Christopher Grimes Gallery is pleased to announce an exhibition of video and photography by internationally acclaimed artist Miguel Rio Branco. Works presented will include images from his prostitutes series of 1979 in the main space as well as a 20-minute video, whose title holds the same name as the exhibition, in the south gallery.
“Meat, flesh, saliva, sweat, and blood pour and ooze, have been spilled on the floor, ceiling, walls, lenses, eyes. It’s all deeply and painfully intense, enigmatic, rich, raw, dark, luscious, primal, primitive. Boxers, capoeristas, prostitutes, Native Brazilian Indians, poor kids and older men from the streets, horses, fishes, sharks, snakes, dogs, coconuts, fires, knives and blades, scars and tattoos, dead men, dead roses. It’s all profoundly black, blue, maroon, orange, yellow, but above all red. Red is all over the place, in the images, the subjects, the objects, the settings, the backgrounds and foregrounds, the filters, and lenses, the shadows and lights. The play with light is elaborate and dramatic, so difficult to pin down, to uncover, to unveil. It’s all about life, death, survival, sex, violence, politics, pleasure.” It is with these words that Adriano Pedrosa introduces his “Real Poetry” essay on Miguel Rio Branco’s work, published in Entre los ojos by the Caixa Foundation in 1999. These words hold true for his current exhibition.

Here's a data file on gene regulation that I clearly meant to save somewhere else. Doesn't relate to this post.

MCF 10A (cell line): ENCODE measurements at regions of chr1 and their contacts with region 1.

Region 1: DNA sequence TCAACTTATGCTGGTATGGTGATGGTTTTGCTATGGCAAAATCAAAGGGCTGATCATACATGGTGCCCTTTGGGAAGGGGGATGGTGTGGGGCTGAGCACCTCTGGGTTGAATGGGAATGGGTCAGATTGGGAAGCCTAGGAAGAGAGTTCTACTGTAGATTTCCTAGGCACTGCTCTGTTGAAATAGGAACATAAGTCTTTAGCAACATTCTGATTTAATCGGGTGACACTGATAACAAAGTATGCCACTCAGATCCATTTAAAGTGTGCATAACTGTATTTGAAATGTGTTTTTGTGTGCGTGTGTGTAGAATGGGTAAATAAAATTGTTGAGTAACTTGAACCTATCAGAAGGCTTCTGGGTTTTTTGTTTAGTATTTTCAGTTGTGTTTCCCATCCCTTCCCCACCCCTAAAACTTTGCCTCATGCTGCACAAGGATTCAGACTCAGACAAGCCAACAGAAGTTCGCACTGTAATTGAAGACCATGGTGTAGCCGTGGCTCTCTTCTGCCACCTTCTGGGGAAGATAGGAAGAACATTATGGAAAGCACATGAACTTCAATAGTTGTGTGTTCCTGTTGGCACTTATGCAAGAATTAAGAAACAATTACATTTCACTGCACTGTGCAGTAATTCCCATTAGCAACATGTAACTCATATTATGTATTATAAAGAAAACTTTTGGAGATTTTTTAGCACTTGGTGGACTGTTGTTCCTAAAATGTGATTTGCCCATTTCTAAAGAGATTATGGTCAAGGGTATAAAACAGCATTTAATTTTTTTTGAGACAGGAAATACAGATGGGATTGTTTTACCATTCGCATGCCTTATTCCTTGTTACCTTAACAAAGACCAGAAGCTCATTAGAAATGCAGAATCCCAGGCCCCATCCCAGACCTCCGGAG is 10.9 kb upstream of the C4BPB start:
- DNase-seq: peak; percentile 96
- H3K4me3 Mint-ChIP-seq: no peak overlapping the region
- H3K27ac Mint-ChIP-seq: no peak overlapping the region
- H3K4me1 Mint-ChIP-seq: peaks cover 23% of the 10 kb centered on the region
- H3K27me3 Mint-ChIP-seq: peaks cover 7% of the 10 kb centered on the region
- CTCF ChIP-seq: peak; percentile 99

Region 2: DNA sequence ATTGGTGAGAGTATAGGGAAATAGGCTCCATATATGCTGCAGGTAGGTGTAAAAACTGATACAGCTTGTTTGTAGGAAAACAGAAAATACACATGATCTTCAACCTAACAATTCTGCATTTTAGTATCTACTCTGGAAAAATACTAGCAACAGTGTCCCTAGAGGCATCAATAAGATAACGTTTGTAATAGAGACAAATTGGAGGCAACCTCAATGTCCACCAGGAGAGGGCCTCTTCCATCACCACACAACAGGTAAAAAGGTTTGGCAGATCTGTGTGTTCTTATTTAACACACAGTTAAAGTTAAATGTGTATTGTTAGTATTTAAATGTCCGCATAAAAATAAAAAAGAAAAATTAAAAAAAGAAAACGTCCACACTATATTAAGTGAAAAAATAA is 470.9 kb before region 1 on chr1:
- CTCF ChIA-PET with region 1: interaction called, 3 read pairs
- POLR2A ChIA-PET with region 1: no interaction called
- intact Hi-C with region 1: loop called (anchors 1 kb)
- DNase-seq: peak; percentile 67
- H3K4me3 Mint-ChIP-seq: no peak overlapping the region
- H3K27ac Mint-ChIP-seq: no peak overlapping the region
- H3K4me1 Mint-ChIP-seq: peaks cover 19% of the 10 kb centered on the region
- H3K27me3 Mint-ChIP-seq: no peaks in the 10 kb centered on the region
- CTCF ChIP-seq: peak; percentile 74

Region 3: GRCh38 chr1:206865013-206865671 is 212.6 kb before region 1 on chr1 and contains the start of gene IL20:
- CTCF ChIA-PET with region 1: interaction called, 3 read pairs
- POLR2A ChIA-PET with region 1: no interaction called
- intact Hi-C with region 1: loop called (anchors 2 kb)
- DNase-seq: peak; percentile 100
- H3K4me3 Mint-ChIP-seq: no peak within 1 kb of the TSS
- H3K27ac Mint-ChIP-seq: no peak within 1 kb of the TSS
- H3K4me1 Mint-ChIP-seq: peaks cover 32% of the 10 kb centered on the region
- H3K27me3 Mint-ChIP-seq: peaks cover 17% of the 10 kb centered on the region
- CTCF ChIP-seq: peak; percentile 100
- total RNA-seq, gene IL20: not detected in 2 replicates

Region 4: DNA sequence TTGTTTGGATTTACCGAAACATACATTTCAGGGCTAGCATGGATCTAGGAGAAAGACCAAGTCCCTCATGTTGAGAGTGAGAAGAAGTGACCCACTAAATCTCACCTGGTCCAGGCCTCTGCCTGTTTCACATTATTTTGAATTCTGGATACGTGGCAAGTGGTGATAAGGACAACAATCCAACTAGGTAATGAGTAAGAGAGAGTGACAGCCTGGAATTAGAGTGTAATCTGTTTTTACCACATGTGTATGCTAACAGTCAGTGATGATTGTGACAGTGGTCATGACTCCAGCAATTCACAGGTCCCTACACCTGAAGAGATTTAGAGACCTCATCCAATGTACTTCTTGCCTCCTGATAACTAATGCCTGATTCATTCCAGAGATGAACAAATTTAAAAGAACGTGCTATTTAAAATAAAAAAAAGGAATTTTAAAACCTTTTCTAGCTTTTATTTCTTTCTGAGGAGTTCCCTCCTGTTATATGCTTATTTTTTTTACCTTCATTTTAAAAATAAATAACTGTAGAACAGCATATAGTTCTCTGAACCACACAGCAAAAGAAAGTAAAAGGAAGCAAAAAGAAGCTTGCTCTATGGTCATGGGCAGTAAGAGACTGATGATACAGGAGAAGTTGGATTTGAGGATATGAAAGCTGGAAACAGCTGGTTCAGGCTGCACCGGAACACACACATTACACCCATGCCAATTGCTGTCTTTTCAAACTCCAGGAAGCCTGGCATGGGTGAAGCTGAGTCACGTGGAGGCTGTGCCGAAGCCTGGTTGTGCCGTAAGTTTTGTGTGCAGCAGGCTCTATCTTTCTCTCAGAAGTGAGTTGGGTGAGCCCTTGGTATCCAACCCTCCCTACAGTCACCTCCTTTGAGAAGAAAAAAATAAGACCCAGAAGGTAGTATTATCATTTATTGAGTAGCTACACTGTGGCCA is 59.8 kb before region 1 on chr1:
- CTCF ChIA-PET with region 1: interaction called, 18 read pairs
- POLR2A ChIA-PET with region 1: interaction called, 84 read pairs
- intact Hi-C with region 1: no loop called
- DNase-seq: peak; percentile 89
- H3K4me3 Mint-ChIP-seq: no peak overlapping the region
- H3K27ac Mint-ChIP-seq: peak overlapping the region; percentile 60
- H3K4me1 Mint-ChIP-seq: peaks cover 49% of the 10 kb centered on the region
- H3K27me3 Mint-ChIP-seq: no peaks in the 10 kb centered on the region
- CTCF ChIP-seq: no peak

Miguel Rio Branco’s work cuts across the worlds of cinema, photography, photojournalism, and social and political criticism. Rio Branco’s photographs and films are included in such esteemed collections as the Centre Georges Pompidou, the SFMoMA, the Walker Art Center and the Metropolitan Museum of Art in New York. His photography has been awarded the 1980 Great Prize of the First Triennale of Photography of the Museu de Arte Moderna, São Paulo, Brazil, and the 1982 Kodak de la Critique Photographique Award, Paris. He has had numerous one-person and group shows internationally, including his most recent exhibitions, Out of Nowhere, a retrospective survey with nine installations at the Groninger Museum in the Netherlands, and Dislecsia at the Noorderlicht Photogallery also in Groninger. Miguel Rio Branco has been a correspondent for Magnum since 1980 and his work has been published in magazines such as Aperture, National Geographic and Photo Magazine. Recently, Rio Branco has helped to illustrate, along with Mary Ellen Mark, Patrick Bard and Graciela Iturbide, the book Babel: A Film by Alejandro Gonzalez Inarritu, which companions the release of the major motion picture.